## Solution Set 1

Example: Suppose domino D1 has string ``bb" on top and string ``b'' on bottom; domino D2 has strings ``a'' and ``aab'' and domino D3 has strings ``abbba'' and ``bb''. Then the ordering D2, D3, D2, D1 spells out the string ``aabbbaabb'' both on the top and on the bottom.

### Problem 1

The problem can be characterized in terms of the following state space:
• A state is a sequence of dominos where either the top string is a prefix of the bottom string or the bottom string is a prefix of the top. For example, the sequence D2,D2 is a state since the top "aa" is a prefix of the bottom "aabaab". The sequence D2,D1 is not a state because the top is "abb" and the bottom is "aabb" and neither is a prefix of the other.
• An operator on D1 ... Dk is to add another domino at the end, if that leads to a legitimate state.
• The start state is the empty sequence of dominos.
• The goal state is a non-empty sequence of dominos where the top string and bottom string are equal.
A. Suppose you solve the above example problem using a breadth-first search. Show the state space that is generated. Assume that, where there is a choice, the algorithm tests dominos in numerical order (i.e. first D1, then D2 and so on.)

```Empty ----> D1 -----> D1,D1 ----> D1,D1,D1 -----> D1,D1,D1,D1
|   bb        bbbb    |   bbbbbb      |   bbbbbbbb
|   b         bb      |   bbb         |   bbbb
|                     |               |
|                     |               |--> D1,D1,D1,D3
|                     |                    bbbbbbabbba
|                     |                    bbbbb
|                     |
|                     |--> D1,D1,D3 fails
|                          bbbbabbba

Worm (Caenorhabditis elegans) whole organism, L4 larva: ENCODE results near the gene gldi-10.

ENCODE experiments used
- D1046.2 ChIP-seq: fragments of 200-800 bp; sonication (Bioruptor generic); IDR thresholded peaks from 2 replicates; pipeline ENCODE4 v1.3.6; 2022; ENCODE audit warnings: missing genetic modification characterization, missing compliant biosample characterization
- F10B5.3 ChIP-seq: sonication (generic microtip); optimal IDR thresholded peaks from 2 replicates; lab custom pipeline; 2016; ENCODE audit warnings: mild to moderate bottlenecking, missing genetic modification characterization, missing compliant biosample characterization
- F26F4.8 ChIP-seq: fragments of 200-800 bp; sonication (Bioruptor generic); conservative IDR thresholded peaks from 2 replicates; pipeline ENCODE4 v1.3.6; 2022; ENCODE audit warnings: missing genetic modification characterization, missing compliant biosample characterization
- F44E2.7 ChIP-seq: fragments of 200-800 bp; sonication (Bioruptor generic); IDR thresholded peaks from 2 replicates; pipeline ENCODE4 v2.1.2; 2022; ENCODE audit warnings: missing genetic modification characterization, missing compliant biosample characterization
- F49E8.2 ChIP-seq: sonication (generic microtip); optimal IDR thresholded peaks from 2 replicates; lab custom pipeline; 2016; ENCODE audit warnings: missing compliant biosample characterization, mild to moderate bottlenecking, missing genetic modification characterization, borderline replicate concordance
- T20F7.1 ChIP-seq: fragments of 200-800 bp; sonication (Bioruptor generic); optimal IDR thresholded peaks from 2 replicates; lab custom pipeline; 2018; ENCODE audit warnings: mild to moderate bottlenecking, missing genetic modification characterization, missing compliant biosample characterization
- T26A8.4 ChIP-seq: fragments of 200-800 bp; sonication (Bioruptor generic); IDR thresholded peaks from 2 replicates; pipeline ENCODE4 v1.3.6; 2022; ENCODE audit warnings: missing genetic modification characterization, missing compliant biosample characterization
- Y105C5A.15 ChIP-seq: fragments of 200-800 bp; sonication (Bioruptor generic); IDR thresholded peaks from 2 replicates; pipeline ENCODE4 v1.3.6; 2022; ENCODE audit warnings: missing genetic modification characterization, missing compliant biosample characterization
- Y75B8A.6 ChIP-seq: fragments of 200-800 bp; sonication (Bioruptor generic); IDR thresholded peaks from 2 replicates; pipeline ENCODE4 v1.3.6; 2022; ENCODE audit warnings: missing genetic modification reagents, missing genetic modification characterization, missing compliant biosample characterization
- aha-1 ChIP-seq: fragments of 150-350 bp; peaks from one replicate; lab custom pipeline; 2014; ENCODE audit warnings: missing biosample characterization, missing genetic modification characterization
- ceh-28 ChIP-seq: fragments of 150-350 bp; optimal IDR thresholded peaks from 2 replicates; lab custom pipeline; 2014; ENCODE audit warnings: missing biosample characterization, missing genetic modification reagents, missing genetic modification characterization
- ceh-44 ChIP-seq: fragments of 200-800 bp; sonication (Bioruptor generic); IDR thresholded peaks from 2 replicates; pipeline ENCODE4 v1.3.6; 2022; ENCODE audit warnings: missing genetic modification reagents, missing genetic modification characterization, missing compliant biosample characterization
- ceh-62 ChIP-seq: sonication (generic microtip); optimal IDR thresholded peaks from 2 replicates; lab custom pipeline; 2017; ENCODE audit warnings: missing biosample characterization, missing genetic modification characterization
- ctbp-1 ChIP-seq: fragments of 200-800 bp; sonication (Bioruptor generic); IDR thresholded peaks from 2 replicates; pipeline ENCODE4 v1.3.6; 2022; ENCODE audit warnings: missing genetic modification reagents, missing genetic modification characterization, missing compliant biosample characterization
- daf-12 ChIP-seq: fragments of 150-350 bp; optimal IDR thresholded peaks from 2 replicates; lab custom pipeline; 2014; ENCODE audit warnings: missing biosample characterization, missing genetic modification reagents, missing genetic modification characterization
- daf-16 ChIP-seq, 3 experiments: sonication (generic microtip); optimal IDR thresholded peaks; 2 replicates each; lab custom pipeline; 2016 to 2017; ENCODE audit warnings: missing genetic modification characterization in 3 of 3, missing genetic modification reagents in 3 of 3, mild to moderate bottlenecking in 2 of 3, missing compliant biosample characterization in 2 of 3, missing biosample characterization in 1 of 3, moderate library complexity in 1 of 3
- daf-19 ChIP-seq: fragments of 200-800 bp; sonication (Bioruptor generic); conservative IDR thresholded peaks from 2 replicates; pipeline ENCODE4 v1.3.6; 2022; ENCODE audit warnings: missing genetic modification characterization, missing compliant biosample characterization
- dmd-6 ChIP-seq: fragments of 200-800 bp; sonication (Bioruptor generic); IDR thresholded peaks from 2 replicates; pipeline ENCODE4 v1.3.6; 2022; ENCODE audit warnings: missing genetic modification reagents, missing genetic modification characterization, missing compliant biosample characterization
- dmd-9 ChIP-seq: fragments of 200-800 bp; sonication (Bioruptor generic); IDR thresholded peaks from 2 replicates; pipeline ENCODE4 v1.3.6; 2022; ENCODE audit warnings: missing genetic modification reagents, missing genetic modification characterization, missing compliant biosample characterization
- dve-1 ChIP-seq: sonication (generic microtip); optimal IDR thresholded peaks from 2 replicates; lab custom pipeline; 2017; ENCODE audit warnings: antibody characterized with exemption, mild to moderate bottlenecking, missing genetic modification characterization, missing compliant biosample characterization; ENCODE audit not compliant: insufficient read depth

|                          bbbb
|
|-> D2 -----> D2,D2 fails
a    |    aa
aab  |    aabaab
|
|--> D2,D3 ----> D2,D3,D2 -----> D2,D3,D2,D1
aabbba      aabbbaa         aabbbaabb
aabbb       aabbbaab        aabbbaabb
```

B. What happens if you try to use depth-first search over the state space in problem 1 to solve the example problem?

Answer: You end up in the infinite branch D1,D1, etc. and never find the solution.

### Problem 2

An alternative state space is to start at the end of the target sequence and to build backward, toward the front. As in Problem 1, show the state space generated using breadth-first search to solve the example problem.
```empty -----> D1 -----> D1,D1 -----> D1,D1,D1 -----> D1,D1,D1,D1
bb   |    bbbb    |   bbbbbb      |   bbbbbbbb
b   |      bb    |      bbb      |       bbbb
|            |               |
|            |               |--> D3,D1,D1,D1
|            |                    abbbabbbbbb
|            |                          bbbbb
|            |--> D3,D1,D1 fails
|                 abbbabbbb
|                      bbbb
|
|--> D2,D1 -----> D2,D2,D1 fails
abb   |        aabb
aabb   |     aabaabb
|
|--> D3,D2,D1 ------> D1,D3,D2,D1
abbbaabb    |    bbabbbaabb
bbaabb    |       bbbaabb
|
|--> D2,D3,D2,D1
aabbbaabb
aabbbaabb
```
(Note: It is just an odd coincidence that in both problems 1 and 2 the goal state is the rightmost state of the tree. This is not generally true in a BFS.)

### Problem 3

For the general problem, if there are N dominos, what is the branching factor in the state space of problem 1? Please do NOT give an answer that relates to the characteristics of the particular example above.

### Problem 4

Suppose that you modify the problem as follows: The input contains a number M in addition to the dominos, and the solution must contain at most M characters in the combined string. (E.g. in the example problem, there are 8 characters in the solution string "aabbaabb"). Let U be the length of the shortest string on the top of the dominos, let V be the length of the shortest string on the bottom of the dominos, and let K = max(U,V). (E.g. in the example problem, U = 1, corresponding to string "b" on D1; V = 1 corresponding to string "a" on D2; so K = 1.)

A. How could the description in problem 1 of a state be modified for this new problem?

Answer: Add the condition that both the strings on the top and the bottom must have length at most M.

B. I claim that this modified state space has a depth of at most M/K (rounding down). Give an argument justifying this claim.

Answer: Either every string in the top of a domino has length at least K, or every string in the bottom of a domino has length at least K. In either case, if more than M/K dominos are used, the either the string on top or the string on the bottom will have length greater than M and will therefore be invalid. Since every operation adds a domino, there can be at most M/K operations.

Give an upper bound on the size of this state space in the general case (again, without reference to the particular example.)

```D1 = a/ab